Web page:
2. It’s the general view of science, a cornerstone of skepticism, that you can’t know anything for sure, none of the ultimate questions are answerable, but if perhaps that’s not true, and we can know. It’s just that reality, or whatever you want to call everything, just keeps getting bigger. What I describe in that article isn’t an out of body experience but a little known one called an overhead experience, where you flow or shoot up out the top of your head into the regions of ‘you’ overhead, and what i mean is it’s as though you are still in your body, or in you I should say, not the physical body. Before that experience I had experimented with out of body quite a bit, and that’s not a spiritual but an occult or metaphysical experience. Going over your head is of a whole different character, as there’s no capaleptic trance or any going outside the walls of yourself so to speak, and it’s not mundane in feeling but overwhelmingly spiritual, ecstatic I might say. Maybe it’s not something you’ve heard about? It’s been a part of some esoteric spiritual traditions but has not yet made its way onto the net that I can find. After that initial overhead experience, I’ve had several more, but none as far as Supermind, what my yoga calls the higher self. I don’t subscribe to perspectivism but feel we share the same reality, and neither do I agree with the skeptics: I feel we can know reality, like I feel we can know God and not just believe. You got to figure that reality’s not just all pell-mell open to any interpretation but laid out in a certain way, and it’s possible to discover it.

    • Thank you, Spira. It’s the end of summer and I’m just starting to shake off last winter’s lethargy. I think I’ll visit a tanning booth this winter and see if it helps keep my energy levels up. Take care, my good friend.

  3. I’m not a critic, nor do I have any desire to be a famous writer. I am only an ardent fan who I LOVED this! Thank you so very much for sharing the fruits of your Soul with us all, Talmage. 💞

  4. Your voice is simply wonderful to listen to. You choice of music is near perfect, and the images fit quite well the story’s line, except they are a little short at the end. It’s the second time I’ve ‘read’ the story, and I appreciate it more now, of course, as it’s been shown to me like you have to stop a child and get them to look at something. I didn’t like the style at first reading, the what I felt cocky sound of it; it’s not so poetic ring. It’s come home to me now, and my criticisms melt. It’s well written.

    I’m probably no different than anyone else in that what I’d like to comment on is your theology, and I want to show you mine. Have you ever considered that the different religions are many mansions in the house of God, to put it like you have heard it covertly spoken about I’d imagine? Not an exact correlation, a mansion a religion, but something like that. And you seem to feel we, individually and as a race, don’t interpret (rightly or wrongly) what those mansions send us but just get it handed to us verbatim, and it’s here that religion would mess with you the most. Anyway, here’s my take on things, and it’s a more or less scientific telling, what it seems you’re quite into.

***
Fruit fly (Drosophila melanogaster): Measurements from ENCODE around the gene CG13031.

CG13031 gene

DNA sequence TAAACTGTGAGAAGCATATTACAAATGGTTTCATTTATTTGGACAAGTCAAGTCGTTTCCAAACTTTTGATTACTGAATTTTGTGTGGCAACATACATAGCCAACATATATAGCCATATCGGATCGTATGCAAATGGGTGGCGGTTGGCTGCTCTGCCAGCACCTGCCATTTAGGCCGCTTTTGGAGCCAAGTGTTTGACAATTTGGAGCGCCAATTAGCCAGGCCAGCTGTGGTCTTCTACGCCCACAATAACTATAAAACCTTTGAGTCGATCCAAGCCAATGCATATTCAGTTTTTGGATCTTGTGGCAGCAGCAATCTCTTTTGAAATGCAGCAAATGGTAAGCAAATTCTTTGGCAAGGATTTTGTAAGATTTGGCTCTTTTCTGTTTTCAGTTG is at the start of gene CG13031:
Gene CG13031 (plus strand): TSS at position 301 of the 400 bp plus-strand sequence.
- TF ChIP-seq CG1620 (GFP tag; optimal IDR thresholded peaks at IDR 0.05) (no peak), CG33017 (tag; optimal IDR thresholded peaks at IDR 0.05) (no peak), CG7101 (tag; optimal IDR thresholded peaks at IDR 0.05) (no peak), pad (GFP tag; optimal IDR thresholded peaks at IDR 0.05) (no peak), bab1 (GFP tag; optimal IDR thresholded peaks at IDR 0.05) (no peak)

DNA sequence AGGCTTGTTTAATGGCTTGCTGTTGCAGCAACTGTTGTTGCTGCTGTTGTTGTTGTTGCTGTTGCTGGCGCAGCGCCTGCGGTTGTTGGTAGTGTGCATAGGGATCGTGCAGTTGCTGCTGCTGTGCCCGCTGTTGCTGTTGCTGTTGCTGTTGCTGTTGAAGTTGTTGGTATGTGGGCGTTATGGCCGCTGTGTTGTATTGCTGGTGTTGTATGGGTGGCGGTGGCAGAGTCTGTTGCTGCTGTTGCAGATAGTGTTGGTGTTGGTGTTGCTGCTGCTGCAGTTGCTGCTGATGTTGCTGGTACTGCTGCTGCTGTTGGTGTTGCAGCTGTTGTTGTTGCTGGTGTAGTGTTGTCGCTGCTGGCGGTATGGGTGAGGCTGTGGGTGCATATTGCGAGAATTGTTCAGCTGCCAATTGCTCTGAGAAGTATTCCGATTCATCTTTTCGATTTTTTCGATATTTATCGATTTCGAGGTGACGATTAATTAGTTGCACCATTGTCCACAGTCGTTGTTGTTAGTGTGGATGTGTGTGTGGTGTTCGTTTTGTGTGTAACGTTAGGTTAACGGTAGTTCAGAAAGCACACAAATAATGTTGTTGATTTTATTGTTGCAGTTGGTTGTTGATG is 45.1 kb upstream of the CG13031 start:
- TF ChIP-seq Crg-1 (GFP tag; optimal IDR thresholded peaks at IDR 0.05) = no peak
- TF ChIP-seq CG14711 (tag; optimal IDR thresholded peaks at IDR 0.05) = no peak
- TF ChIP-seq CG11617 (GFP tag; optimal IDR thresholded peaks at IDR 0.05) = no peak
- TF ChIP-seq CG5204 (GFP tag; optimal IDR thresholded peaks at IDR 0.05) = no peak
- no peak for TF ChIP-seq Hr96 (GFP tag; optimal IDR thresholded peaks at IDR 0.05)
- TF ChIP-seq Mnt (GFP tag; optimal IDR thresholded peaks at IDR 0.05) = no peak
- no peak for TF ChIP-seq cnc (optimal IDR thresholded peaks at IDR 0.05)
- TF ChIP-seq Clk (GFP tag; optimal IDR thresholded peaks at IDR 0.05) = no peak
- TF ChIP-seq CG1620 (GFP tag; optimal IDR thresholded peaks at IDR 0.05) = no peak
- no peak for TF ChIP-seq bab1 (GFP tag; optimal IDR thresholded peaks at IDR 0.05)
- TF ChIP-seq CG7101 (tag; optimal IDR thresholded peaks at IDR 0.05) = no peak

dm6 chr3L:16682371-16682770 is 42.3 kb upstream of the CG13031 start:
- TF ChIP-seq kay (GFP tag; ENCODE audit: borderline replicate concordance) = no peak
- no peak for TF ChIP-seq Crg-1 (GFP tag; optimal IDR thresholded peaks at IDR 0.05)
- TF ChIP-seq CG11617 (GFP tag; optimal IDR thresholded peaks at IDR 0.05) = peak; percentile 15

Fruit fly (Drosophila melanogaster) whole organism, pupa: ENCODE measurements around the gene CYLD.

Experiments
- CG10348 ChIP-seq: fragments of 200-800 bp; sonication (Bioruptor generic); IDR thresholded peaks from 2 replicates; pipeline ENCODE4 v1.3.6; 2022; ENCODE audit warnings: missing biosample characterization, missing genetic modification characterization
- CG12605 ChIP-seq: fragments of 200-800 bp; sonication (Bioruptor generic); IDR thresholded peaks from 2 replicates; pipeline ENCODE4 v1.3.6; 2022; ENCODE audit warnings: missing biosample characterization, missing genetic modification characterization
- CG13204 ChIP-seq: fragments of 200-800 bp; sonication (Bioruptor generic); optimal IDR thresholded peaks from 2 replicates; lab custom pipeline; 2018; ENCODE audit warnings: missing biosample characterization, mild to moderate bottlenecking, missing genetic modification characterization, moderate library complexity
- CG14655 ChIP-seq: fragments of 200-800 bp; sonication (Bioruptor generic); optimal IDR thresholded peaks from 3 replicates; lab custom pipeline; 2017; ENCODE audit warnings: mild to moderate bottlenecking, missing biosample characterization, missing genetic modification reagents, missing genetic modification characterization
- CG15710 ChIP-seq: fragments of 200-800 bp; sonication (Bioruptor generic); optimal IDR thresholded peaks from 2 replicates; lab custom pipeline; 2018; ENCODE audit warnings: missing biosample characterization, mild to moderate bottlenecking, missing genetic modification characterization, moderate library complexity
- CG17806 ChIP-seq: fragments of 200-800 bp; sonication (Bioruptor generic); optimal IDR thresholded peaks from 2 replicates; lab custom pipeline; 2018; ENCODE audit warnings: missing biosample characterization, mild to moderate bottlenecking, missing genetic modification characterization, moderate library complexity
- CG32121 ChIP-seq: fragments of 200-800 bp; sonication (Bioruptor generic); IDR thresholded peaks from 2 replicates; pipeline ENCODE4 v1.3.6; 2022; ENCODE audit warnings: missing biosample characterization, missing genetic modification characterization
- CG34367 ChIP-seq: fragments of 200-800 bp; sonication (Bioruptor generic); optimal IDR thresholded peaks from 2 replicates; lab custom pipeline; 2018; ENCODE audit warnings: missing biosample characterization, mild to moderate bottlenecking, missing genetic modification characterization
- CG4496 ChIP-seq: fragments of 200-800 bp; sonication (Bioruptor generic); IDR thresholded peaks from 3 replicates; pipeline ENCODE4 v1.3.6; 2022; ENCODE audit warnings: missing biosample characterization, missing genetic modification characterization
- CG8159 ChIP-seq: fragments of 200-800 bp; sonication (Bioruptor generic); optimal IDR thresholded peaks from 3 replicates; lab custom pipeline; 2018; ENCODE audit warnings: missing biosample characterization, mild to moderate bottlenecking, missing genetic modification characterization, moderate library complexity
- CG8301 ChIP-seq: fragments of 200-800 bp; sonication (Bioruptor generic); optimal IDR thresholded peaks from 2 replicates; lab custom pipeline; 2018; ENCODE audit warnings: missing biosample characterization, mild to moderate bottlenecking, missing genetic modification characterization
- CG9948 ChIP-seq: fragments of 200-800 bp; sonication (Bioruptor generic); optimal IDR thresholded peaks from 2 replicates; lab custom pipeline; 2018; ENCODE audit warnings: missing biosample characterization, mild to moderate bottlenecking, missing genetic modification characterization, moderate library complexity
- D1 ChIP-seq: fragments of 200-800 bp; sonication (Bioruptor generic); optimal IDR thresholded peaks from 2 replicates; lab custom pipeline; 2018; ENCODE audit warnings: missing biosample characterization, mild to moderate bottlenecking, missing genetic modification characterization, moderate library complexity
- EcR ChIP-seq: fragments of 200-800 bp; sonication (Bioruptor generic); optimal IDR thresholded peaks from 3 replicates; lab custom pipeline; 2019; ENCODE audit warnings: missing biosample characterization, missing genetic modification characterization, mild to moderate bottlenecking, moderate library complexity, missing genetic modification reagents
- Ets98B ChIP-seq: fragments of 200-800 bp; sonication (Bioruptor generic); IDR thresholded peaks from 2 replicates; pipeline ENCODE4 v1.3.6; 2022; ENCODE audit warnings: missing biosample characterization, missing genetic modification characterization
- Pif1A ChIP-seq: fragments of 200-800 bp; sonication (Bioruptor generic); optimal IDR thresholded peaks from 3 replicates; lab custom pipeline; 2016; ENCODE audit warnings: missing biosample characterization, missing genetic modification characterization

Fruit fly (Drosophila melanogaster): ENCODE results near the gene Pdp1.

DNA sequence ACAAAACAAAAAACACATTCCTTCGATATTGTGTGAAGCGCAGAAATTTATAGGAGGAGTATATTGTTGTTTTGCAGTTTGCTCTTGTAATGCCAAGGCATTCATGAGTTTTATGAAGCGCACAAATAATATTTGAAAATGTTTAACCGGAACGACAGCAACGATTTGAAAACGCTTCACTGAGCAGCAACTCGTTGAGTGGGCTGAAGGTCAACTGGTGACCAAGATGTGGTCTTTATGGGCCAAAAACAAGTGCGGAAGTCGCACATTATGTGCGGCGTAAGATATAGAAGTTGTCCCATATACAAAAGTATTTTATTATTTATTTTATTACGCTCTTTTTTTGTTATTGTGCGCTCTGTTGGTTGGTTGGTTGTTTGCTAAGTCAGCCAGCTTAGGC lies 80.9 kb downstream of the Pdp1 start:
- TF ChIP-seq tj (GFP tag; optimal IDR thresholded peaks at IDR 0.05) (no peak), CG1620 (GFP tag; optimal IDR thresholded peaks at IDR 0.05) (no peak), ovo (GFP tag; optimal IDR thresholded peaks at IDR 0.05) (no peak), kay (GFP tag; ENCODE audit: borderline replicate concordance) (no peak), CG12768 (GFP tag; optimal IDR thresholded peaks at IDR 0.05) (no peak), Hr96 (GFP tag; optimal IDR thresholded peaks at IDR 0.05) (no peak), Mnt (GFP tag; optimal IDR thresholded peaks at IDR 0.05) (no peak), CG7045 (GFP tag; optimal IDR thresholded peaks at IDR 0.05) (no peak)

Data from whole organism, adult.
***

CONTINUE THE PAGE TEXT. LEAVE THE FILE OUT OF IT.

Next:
• Thank you, Donny Duke, for sharing your insightful and generous evaluation of the story and video. I too noticed that some of the music didn’t fit and I needed more diverse imagery toward the end. I rushed it in an attempt to suppress my perfectionism. Someone said, to succeed you have to be doing things that frighten you and doing a messy job of them every day… or words to that effect, I guess. Perfectionism and fear are my two biggest enemies in creative matters, but they’re both valuable at times, especially in other contexts, such as pathology.
      I just read your post that you linked. That must have been an eye-opening experience driving in the truck and having an out-of-body experience like that. Your description is profound. I also appreciate this quote from your post…

      “It’s not different religions interpreting differently the same God; it’s that God is bigger than name and form, too big for any man-made religion to encompass (since God is the not-God too), or for any human spirituality to discover in his totality, and the different religions each focus on different attributes of God, attributes that are so very creative that upon entering the universe they become beings unto themselves in such an identity with God they see themselves God or some expression of the Absolute.”

      This is similar to my views on world religions, although I must emphasize that my spiritual views are still evolving at my tender age (62). I think all the world religions have truth to them and all probably have errors, though I can’t rule out the possibility that some group somewhere has it all correct. Maybe even an Earth-based religion, but I doubt it. I think there are probably simulations within simulations, but ultimately I envision a Reality in which a Supreme Being (who loves to surf) lives with all of us beside a great ocean with wonderful waves. I see us asking for a simulation (229 H Street, it’s called in one of my stories) in which God is not physically present. We asked for this because each of us wondered what we would be like without God’s immediate influence. As far as current religions of our time are concerned, I see them (in my limited understanding) as making rituals and ritualistic rules that too often take the place of truly moral behavior. Additionally, I see moral behavior being misunderstood as almost exclusively abstaining from negative actions when it seems to me that moral behavior is largely about actively doing positive things. When it comes to revelation of inspired info from God, I doubt that there’s a perfect book or guru or religious leader in terms of being able to deliver completely accurate information about reality and God’s relationship with us. I think we have to pick and choose things that resonate with us personally, and come to a spiritual synthesis for ourselves, knowing that whatever scenario we wind up with, it will likely bear little resemblance to the ultimate reality beyond our simulation, assuming the idea of simulation is correct, which may not necessarily be the case, as far as I know. I think that we all need to be ready to one day admit that our sacred views of reality are just as apt to be flawed and incorrect as my sf fictional version of God as the Great Surfer, a view that I hang on to simply because I like it, not because I think it’s accurate. I think that religious belief systems are the bathwater and moral behavior is the baby (things like being trustworthy, helping the poor, the orphans and the widows while opting not to become a world banker).